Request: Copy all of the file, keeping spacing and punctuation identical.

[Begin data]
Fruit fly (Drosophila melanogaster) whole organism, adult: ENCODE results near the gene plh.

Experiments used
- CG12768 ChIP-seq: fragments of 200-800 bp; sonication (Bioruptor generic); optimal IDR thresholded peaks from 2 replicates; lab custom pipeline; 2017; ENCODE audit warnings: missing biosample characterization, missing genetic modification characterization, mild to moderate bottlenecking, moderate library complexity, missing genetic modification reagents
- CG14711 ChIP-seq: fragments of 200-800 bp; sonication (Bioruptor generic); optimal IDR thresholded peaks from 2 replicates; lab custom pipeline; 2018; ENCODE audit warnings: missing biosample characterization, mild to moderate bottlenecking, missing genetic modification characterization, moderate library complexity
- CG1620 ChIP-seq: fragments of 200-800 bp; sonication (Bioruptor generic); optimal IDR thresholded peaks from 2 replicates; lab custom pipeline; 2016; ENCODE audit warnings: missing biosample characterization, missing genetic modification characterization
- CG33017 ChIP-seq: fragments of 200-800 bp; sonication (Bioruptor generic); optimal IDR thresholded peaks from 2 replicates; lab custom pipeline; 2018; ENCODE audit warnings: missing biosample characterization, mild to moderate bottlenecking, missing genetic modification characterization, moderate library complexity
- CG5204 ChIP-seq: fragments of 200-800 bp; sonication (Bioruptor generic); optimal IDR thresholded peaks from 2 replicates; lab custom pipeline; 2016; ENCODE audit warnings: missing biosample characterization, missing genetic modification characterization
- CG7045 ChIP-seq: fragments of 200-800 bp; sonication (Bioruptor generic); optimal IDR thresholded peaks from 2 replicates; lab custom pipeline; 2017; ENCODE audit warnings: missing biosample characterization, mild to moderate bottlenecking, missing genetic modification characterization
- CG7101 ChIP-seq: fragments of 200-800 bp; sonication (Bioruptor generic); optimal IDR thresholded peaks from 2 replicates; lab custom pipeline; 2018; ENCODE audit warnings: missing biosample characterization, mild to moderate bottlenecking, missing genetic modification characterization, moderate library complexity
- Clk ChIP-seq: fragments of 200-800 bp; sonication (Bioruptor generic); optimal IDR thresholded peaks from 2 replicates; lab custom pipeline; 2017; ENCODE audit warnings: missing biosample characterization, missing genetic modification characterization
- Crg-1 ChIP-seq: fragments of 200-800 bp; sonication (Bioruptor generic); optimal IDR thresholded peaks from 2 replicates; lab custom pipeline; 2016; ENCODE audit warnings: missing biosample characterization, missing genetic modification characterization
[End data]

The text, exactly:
Fruit fly (Drosophila melanogaster) whole organism, adult: ENCODE results near the gene plh.

Experiments used
- CG12768 ChIP-seq: fragments of 200-800 bp; sonication (Bioruptor generic); optimal IDR thresholded peaks from 2 replicates; lab custom pipeline; 2017; ENCODE audit warnings: missing biosample characterization, missing genetic modification characterization, mild to moderate bottlenecking, moderate library complexity, missing genetic modification reagents
- CG14711 ChIP-seq: fragments of 200-800 bp; sonication (Bioruptor generic); optimal IDR thresholded peaks from 2 replicates; lab custom pipeline; 2018; ENCODE audit warnings: missing biosample characterization, mild to moderate bottlenecking, missing genetic modification characterization, moderate library complexity
- CG1620 ChIP-seq: fragments of 200-800 bp; sonication (Bioruptor generic); optimal IDR thresholded peaks from 2 replicates; lab custom pipeline; 2016; ENCODE audit warnings: missing biosample characterization, missing genetic modification characterization
- CG33017 ChIP-seq: fragments of 200-800 bp; sonication (Bioruptor generic); optimal IDR thresholded peaks from 2 replicates; lab custom pipeline; 2018; ENCODE audit warnings: missing biosample characterization, mild to moderate bottlenecking, missing genetic modification characterization, moderate library complexity
- CG5204 ChIP-seq: fragments of 200-800 bp; sonication (Bioruptor generic); optimal IDR thresholded peaks from 2 replicates; lab custom pipeline; 2016; ENCODE audit warnings: missing biosample characterization, missing genetic modification characterization
- CG7045 ChIP-seq: fragments of 200-800 bp; sonication (Bioruptor generic); optimal IDR thresholded peaks from 2 replicates; lab custom pipeline; 2017; ENCODE audit warnings: missing biosample characterization, mild to moderate bottlenecking, missing genetic modification characterization
- CG7101 ChIP-seq: fragments of 200-800 bp; sonication (Bioruptor generic); optimal IDR thresholded peaks from 2 replicates; lab custom pipeline; 2018; ENCODE audit warnings: missing biosample characterization, mild to moderate bottlenecking, missing genetic modification characterization, moderate library complexity
- Clk ChIP-seq: fragments of 200-800 bp; sonication (Bioruptor generic); optimal IDR thresholded peaks from 2 replicates; lab custom pipeline; 2017; ENCODE audit warnings: missing biosample characterization, missing genetic modification characterization
- Crg-1 ChIP-seq: fragments of 200-800 bp; sonication (Bioruptor generic); optimal IDR thresholded peaks from 2 replicates; lab custom pipeline; 2016; ENCODE audit warnings: missing biosample characterization, missing genetic modification characterization